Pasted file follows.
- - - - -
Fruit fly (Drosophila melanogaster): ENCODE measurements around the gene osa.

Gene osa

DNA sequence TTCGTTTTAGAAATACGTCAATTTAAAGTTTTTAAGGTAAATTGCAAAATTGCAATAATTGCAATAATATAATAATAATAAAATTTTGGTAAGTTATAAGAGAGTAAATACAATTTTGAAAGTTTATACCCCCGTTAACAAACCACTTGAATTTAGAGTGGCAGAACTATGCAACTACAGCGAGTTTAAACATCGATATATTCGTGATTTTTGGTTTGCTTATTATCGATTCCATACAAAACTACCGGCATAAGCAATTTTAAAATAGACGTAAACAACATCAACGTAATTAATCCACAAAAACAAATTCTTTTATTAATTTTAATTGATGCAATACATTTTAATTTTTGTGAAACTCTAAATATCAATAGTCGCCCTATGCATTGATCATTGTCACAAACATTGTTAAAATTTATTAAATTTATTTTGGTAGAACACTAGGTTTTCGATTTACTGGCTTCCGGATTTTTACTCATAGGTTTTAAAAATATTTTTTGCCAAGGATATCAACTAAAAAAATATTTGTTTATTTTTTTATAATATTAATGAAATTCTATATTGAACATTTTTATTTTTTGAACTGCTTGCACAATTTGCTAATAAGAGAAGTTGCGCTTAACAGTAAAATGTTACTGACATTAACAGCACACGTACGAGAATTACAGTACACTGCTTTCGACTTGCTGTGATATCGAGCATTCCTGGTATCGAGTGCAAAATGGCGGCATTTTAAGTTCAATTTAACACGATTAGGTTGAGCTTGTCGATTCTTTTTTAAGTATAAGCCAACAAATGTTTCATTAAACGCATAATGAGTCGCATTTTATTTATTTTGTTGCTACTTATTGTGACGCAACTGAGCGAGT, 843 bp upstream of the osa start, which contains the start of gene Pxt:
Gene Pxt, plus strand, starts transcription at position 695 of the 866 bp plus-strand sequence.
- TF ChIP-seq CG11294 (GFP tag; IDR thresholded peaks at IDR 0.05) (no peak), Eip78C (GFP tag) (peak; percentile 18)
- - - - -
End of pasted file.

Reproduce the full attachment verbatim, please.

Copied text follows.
Fruit fly (Drosophila melanogaster): ENCODE measurements around the gene osa.

Gene osa

DNA sequence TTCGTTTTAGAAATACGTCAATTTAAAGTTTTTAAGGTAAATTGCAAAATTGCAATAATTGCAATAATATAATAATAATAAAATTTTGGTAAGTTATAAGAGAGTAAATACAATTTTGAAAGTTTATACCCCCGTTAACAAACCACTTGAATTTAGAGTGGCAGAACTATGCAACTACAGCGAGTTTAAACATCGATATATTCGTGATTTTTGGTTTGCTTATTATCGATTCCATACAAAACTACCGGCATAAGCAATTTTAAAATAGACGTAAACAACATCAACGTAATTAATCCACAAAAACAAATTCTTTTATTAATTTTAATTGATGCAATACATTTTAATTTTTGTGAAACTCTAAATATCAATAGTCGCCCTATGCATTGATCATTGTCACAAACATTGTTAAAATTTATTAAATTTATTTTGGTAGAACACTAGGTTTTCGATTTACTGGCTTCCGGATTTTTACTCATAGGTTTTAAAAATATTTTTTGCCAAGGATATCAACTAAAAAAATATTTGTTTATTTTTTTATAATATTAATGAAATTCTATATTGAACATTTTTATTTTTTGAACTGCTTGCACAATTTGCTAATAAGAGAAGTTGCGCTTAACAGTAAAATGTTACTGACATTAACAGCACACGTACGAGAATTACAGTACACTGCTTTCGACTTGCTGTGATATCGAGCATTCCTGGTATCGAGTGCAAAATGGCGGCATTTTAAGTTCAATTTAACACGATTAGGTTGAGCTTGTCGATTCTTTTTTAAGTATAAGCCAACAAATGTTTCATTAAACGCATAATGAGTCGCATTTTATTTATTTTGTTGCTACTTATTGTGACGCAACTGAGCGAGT, 843 bp upstream of the osa start, which contains the start of gene Pxt:
Gene Pxt, plus strand, starts transcription at position 695 of the 866 bp plus-strand sequence.
- TF ChIP-seq CG11294 (GFP tag; IDR thresholded peaks at IDR 0.05) (no peak), Eip78C (GFP tag) (peak; percentile 18)